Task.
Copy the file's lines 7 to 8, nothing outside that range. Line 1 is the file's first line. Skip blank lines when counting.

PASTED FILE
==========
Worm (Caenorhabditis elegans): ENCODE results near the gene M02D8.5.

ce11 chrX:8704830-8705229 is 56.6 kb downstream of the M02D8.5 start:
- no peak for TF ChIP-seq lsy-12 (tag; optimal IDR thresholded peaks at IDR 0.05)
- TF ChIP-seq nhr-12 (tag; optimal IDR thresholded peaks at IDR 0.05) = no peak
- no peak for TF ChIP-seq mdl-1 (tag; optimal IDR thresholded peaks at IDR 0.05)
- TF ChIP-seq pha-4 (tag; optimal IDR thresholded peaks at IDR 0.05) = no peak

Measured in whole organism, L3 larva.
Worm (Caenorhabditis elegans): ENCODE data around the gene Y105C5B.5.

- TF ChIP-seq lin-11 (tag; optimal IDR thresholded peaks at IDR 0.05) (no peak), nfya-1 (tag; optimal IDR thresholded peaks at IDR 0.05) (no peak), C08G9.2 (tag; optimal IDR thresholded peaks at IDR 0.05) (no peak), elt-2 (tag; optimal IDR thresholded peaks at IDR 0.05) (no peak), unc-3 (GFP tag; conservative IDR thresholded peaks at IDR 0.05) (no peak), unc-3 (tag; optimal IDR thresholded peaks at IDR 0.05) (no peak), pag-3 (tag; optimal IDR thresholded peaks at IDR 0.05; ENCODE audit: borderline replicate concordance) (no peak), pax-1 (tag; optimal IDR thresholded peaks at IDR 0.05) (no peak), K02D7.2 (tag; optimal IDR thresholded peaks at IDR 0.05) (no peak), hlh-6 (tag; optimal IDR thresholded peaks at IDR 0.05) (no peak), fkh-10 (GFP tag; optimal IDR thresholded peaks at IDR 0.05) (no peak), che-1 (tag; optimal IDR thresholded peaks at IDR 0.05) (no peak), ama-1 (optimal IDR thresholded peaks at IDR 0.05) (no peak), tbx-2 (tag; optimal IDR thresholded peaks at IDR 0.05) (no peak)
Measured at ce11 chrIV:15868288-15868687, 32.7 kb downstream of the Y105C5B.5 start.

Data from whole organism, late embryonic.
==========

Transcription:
Measured in whole organism, L3 larva.
Worm (Caenorhabditis elegans): ENCODE data around the gene Y105C5B.5.